It was an all American story. Two brothers came together and decided to acquire and build a business which just so happened to be located in an American paradise. This was not an easy business, but then again, nothing that requires hard work is ever easy - especially in the lower Florida Keys. They decided to name the business Low Key Fisheries and concentrate on both wholesale and retail seafood, a double duty. As the seasons rolled by, commercial fisherman and retail customers started to realize that Low Key Fisheries had something special, something rare. The brothers were in it to win, to succeed. Soon the customer base grew to include fine dining restaurants throughout the country that wanted the freshest Florida Keys seafood shipped to them on a consistent basis, and retail customers that trusted the quality of the products.
Then came the magic bullet, smoked fish dip. A signature Low Key Fisheries product that started in house as a retail item and soon graduated to the restaurant menus, charming the crowds and restaurant owners. The fish dip became legendary, allowing both brothers to financially provide for their families. Then there was Irma………...
IRMA DELIVERS THE BIG BLOW
The forecast was not good, frightening actually. Hurricane Irma was going to hit the middle and lower Florida Keys as a category 5 storm with the possibility of a downgrade to category 4. Either way, there was going to be a mandatory evacuation and severe damage. A seafood business depends heavily on electricity. From the ice machines to the walk-in coolers and freezers to the retail display cases, everything needs power; so the plan was to consolidate all of the product inventory into one walk-in cooler space. A generator would be employed to hold the perishable inventory until power was restored. The best possible plan for the worst possible scenario,. If the buildings make it through, the business assets will be saved. The brothers then loaded all of their highest priority personal items and evacuated with their families to Port St. Lucie, Florida. All they they could do at that point was to wait for the storm to pass and pick up the pieces when they returned.
AN EXTREME AND DANGEROUS RETURN
I had no choice but to look at it and go through it. It was the only way to get back to Key West. Helicopter Mike and his crew picked me up in West Palm Beach on their way to the Florida Keys to perform search and rescue. They were seasoned Hurricane Harvey veterans with military experience who were used to saving lives and property.
The first checkpoint in Homestead was heavy on traffic but simple to pass for most. The check point at MM83 was much more stringent. As a FEMA contractor, Helicopter Mike and the convoy were allowed to proceed but warned by the Sheriff ’s Deputy that making it down to Key West was going to be a problem. The roads were blocked by storm debris. That wasn’t the worst news. The deputy also said nobody else would be allowed into the middle and lower Keys unless they had government clearance or journalist credentials. All of the safety issues needed to be addressed before the locals could gain access. For property and business owners, this news would prove to be catastrophic - especially for two brothers and their families that had their entire business inventory sitting in a space with no power and no access.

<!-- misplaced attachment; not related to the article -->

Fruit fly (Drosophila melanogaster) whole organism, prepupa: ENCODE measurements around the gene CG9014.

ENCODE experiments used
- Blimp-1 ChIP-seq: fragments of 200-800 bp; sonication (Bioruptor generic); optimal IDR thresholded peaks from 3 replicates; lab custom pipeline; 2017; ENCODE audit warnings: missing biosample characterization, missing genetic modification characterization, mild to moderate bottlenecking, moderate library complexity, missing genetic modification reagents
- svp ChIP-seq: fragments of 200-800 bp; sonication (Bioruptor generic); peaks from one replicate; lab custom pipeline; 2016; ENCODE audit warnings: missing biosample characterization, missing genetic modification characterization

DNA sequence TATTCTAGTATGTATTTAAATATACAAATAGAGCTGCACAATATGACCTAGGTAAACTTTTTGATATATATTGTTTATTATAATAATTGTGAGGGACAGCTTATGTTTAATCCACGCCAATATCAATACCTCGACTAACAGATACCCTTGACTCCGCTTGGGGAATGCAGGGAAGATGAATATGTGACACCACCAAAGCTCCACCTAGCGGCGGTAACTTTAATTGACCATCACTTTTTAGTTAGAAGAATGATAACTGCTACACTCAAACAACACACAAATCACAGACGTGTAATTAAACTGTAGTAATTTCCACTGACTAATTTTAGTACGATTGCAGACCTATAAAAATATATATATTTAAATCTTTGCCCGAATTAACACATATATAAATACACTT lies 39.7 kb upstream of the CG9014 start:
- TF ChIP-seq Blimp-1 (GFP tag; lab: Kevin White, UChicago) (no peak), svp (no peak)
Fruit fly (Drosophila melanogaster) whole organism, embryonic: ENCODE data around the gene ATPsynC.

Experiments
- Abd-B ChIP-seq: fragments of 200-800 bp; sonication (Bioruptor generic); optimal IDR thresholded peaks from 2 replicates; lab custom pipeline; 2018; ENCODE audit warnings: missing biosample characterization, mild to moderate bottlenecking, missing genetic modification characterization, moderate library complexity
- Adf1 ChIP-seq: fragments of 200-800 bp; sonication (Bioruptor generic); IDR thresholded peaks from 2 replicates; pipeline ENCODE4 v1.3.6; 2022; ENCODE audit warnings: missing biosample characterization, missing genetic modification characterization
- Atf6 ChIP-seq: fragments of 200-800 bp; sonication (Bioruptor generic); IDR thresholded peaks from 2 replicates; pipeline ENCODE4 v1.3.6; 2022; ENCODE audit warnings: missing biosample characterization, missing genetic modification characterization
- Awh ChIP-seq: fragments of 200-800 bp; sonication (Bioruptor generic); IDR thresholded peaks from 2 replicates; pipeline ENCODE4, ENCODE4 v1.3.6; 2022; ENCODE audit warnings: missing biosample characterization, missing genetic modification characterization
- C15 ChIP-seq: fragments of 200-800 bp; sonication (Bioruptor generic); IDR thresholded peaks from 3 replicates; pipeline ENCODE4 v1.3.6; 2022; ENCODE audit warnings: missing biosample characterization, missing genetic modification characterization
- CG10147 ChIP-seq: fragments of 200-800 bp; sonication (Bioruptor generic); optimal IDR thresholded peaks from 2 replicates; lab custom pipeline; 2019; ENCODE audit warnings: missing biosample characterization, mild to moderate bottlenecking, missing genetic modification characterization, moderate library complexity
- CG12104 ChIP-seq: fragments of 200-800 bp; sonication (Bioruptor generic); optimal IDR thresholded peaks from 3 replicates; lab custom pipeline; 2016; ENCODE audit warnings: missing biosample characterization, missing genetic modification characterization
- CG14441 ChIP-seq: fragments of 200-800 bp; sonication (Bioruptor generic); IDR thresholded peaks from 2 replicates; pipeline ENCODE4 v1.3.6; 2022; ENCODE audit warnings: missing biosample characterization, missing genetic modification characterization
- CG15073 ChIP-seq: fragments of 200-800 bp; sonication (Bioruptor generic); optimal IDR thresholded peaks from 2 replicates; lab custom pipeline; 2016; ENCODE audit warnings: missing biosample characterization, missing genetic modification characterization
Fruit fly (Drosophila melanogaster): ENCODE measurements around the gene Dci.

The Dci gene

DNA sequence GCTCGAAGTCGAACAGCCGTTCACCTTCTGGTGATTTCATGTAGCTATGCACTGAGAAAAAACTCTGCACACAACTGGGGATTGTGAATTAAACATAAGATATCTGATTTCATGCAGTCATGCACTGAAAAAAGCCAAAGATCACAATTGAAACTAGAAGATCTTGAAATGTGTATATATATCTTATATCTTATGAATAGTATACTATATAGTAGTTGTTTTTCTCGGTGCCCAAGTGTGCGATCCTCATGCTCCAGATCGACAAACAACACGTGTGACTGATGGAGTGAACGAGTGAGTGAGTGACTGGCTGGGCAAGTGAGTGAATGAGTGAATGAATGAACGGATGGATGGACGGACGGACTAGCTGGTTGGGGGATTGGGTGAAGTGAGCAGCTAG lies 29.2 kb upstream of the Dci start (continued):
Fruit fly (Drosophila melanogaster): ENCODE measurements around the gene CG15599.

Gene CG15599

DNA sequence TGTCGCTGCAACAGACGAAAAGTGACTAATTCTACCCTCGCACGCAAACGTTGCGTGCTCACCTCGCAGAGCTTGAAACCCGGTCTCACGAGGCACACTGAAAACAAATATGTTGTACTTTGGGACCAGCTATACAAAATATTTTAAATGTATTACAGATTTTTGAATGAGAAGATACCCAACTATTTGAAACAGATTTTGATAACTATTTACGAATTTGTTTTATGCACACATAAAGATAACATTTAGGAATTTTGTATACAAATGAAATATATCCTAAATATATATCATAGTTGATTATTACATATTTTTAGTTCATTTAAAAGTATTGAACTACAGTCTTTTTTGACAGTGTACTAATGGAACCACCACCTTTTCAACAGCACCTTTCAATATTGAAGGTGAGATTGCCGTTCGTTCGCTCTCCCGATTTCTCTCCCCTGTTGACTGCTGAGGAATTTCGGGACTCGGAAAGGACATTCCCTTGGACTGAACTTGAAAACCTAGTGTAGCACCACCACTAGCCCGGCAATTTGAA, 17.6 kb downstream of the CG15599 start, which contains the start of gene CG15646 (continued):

The damage to the Low Keys Fisheries buildings was severe but not catastrophic. A trailer donning signage had toppled and a portion of the retail building roof had been peeled back. A lucky situation compared to many who had lost everything. If the brothers could get back into the Keys all they had to do was fire up the generator, save the product and repair the roof. Their houses faired better than expected so the business would be the priority. Time was of the essence……
THE INSURANCE DENIAL
Nine days in the Florida Keys September heat was too long. That’s how long the access interruption lasted before Scott and Cory Speicker could get back to their business to take action on their future which now included the discarding of over $60,000 of rotting seafood. A dismal task but with insurance they would be able to replace the inventory right? Not so fast. Due to a minor technicality on the insurance policy, the loss of inventory would not be covered. A huge setback for the brothers and their families. The only option left was to start over, rebuild and restock. With complete support from their landlord, including out of pocket expenses for repairs, the brothers figured they would be back in business in less than 60 days. In a perfect world maybe, but this was Hurricane Irma, one of the most damaging weather events the Florida Keys and Key West had ever experienced.
AN IRMA BOTTLE NECK
The first reports were that an estimated 11,000 properties were damaged within the Florida Keys and Monroe Country due to Hurricane Irma. The number was later revised down but even half of the original estimate is overwhelming for a county with such stringent building codes and limited personnel familiar with the red tape. It’s not easy being a plans examiner here in the Florida Keys especially when the permit requests have exploded. The work load is overwhelming and causing a delay in the Low Key Fisheries buildings permit approval. As expected, Scott and Cory are still optimistic about their future regardless of the difficulties. Then again that’s how they succeeded in the first place…….
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